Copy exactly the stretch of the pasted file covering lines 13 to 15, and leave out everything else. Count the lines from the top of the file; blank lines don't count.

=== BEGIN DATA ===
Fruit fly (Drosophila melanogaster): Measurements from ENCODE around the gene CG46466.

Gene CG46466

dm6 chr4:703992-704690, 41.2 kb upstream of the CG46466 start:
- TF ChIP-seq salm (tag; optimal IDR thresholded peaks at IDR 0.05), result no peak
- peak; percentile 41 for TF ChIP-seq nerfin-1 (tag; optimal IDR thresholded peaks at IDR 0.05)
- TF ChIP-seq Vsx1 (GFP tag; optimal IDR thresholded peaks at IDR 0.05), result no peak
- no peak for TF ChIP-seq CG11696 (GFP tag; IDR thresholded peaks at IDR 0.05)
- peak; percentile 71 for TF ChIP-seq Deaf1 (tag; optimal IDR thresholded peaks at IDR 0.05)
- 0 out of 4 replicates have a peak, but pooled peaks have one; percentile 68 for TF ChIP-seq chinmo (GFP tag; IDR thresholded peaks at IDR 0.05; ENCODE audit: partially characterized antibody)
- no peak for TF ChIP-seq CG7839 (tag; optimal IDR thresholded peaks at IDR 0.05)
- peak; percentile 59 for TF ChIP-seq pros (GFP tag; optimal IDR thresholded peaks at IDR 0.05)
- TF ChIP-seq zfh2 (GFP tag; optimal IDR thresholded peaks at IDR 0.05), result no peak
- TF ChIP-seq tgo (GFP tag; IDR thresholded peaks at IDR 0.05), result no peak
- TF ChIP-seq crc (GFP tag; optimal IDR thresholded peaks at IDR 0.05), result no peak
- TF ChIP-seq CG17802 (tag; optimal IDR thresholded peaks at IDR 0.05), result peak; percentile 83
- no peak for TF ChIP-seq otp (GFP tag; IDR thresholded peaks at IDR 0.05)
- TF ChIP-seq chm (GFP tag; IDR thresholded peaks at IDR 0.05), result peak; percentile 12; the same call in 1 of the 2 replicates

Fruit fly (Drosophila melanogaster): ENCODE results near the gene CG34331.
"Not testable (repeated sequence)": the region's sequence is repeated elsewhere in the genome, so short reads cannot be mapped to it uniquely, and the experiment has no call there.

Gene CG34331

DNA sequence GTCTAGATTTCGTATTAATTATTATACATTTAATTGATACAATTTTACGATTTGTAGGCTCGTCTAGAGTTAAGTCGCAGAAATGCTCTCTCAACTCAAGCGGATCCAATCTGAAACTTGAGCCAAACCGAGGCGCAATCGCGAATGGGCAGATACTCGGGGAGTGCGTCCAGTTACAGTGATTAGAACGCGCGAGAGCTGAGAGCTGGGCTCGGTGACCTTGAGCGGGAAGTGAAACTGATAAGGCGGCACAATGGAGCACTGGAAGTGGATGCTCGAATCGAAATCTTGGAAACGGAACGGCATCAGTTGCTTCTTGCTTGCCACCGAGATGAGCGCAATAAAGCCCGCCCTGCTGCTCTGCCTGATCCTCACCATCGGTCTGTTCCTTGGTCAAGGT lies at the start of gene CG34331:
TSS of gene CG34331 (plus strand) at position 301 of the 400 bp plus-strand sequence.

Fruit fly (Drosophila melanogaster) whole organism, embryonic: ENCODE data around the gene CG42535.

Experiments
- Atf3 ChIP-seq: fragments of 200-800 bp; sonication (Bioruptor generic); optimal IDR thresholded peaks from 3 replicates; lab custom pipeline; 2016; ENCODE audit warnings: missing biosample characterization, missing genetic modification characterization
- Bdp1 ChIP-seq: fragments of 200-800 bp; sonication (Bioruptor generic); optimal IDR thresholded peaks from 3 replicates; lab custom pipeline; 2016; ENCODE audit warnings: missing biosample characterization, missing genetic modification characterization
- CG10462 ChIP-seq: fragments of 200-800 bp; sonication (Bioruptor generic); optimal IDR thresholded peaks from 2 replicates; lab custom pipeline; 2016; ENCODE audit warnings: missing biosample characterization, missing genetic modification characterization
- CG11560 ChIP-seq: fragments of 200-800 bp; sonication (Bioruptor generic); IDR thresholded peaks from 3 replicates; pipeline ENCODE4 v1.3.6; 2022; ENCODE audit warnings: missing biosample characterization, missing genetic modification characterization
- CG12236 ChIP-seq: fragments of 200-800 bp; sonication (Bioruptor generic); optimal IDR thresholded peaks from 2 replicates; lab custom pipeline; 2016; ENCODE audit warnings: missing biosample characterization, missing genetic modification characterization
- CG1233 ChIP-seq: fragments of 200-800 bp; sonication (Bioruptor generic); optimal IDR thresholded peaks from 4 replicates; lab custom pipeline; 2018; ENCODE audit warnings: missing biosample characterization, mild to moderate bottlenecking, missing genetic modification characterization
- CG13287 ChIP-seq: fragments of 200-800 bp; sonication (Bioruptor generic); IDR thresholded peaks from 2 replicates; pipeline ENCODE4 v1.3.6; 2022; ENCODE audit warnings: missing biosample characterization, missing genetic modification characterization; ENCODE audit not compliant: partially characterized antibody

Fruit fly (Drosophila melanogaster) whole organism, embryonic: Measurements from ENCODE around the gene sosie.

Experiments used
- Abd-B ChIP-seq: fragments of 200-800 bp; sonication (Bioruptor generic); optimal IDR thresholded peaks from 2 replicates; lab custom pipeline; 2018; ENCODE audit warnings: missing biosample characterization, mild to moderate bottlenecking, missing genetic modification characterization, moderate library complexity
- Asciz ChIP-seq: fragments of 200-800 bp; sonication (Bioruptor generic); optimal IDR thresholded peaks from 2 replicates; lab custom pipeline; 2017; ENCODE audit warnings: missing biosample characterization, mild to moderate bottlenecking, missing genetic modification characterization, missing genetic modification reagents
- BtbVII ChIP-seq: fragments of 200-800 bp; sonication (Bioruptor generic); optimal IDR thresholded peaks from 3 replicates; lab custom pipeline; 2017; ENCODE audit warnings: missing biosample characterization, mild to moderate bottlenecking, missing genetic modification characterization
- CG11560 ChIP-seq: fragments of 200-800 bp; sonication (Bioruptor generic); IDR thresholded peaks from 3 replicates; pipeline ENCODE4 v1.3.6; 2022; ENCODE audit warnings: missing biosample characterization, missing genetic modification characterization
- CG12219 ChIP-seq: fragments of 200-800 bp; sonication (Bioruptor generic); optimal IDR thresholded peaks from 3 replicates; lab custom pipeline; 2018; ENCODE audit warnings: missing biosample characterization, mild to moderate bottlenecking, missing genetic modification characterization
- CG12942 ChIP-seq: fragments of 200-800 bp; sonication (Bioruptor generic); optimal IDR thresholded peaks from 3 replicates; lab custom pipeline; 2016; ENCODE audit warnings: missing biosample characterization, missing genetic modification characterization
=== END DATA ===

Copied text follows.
- TF ChIP-seq tgo (GFP tag; IDR thresholded peaks at IDR 0.05), result no peak
- TF ChIP-seq crc (GFP tag; optimal IDR thresholded peaks at IDR 0.05), result no peak
- TF ChIP-seq CG17802 (tag; optimal IDR thresholded peaks at IDR 0.05), result peak; percentile 83